Northland GP Lance O'Sullivan has found himself in the middle of China's coronavirus outbreak while on a business trip to the country and says a "white label vaccine" that can be quickly adapted to fight disease outbreaks needs to be developed.
Coronavirus has infected hundreds and killed at least 25 people in China and cases have been reported in Thailand, the United States, Japan and South Korea.
O'Sullivan is in China with a Kiwi delegation - including Te Ropu Poa, general manager of Te Hau Ora O Ngapuhi - in Shenzhen, a city less than 1100km from Wuhan, where the virus emerged.
Wuhan and seven other cities have now been closed off by the Chinese Government to halt the spread of the deadly disease.
O'Sullivan, who is now based in Auckland, said the Wuhan strain of the coronavirus can cause pneumonia and has a 2.25 per cent mortality (death) rate. Most of those who have died are elderly and/or with pre-existing health problems.
''There are queues of people lining up outside drug stores here in Shenzhen to get the latest and greatest masks to protect themselves and their families,'' he said in a Facebook post.
''What we know is that protecting people in advance of being infected is the most effective strategy in the fight against virus menaces like this. The problem is it would take over a year to develop a customised vaccine to each strain that appears.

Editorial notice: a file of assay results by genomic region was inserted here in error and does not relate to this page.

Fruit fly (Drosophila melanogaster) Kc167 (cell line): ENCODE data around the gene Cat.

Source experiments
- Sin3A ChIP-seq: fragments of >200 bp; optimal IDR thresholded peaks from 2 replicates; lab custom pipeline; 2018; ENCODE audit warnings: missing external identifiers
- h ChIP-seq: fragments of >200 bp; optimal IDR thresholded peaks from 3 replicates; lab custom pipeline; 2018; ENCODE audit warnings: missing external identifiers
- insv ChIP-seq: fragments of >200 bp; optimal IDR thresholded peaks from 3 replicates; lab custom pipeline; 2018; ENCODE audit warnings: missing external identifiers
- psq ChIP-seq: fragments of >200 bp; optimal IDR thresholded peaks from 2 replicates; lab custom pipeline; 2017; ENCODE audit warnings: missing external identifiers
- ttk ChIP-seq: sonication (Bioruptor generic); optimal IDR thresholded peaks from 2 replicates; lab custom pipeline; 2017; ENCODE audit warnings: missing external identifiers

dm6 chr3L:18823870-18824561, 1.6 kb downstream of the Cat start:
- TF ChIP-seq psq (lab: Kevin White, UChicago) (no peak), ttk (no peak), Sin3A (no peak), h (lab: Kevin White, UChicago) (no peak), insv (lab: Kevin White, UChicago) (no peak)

''What we should do is engineer a white label vaccine that has all the components of the different viruses that allows us to customise it quickly when virulent pathogens like the Wuhan virus appears.
"We should have the infrastructure to support rapid modification and deployment of these bespoke vaccines particularly to the countries of the world that are most at risk. These are countries like Samoa that have limited infrastructure and underdeveloped health systems.''
He said the biggest problem he had noticed in China is that people can buy some of the most potent antibiotics over the counter in pharmacies.
''This will be causing significant problems with antibiotic resistance which will be contributing to people having bacterial infections on top of viral infections (which we have limited weapons in the arsenal to treat). Also, antibiotic-resistant bacteria will be weakening people's immune system in advance of coming into contact with viruses,'' he said.
''Essentially, we need a global regulatory body that manages the development, distribution and use of antibiotics. This is something all the drug companies would hate. We can start by doing something in New Zealand that limits the use of antibiotics in our own health system – but that's another drama for another day.''